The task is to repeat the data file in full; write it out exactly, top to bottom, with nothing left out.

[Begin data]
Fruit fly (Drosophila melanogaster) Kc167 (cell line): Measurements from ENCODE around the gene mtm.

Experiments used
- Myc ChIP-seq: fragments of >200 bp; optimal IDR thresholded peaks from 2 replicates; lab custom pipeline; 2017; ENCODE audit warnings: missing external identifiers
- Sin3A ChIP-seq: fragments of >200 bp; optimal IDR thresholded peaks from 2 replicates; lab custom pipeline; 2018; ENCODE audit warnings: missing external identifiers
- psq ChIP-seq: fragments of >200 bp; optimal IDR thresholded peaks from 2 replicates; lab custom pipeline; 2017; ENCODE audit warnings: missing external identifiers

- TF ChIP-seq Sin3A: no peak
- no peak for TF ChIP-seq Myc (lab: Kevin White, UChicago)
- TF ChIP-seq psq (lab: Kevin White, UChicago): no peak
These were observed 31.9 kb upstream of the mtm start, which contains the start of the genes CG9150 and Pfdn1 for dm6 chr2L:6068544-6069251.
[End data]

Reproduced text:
Fruit fly (Drosophila melanogaster) Kc167 (cell line): Measurements from ENCODE around the gene mtm.

Experiments used
- Myc ChIP-seq: fragments of >200 bp; optimal IDR thresholded peaks from 2 replicates; lab custom pipeline; 2017; ENCODE audit warnings: missing external identifiers
- Sin3A ChIP-seq: fragments of >200 bp; optimal IDR thresholded peaks from 2 replicates; lab custom pipeline; 2018; ENCODE audit warnings: missing external identifiers
- psq ChIP-seq: fragments of >200 bp; optimal IDR thresholded peaks from 2 replicates; lab custom pipeline; 2017; ENCODE audit warnings: missing external identifiers

- TF ChIP-seq Sin3A: no peak
- no peak for TF ChIP-seq Myc (lab: Kevin White, UChicago)
- TF ChIP-seq psq (lab: Kevin White, UChicago): no peak
These were observed 31.9 kb upstream of the mtm start, which contains the start of the genes CG9150 and Pfdn1 for dm6 chr2L:6068544-6069251.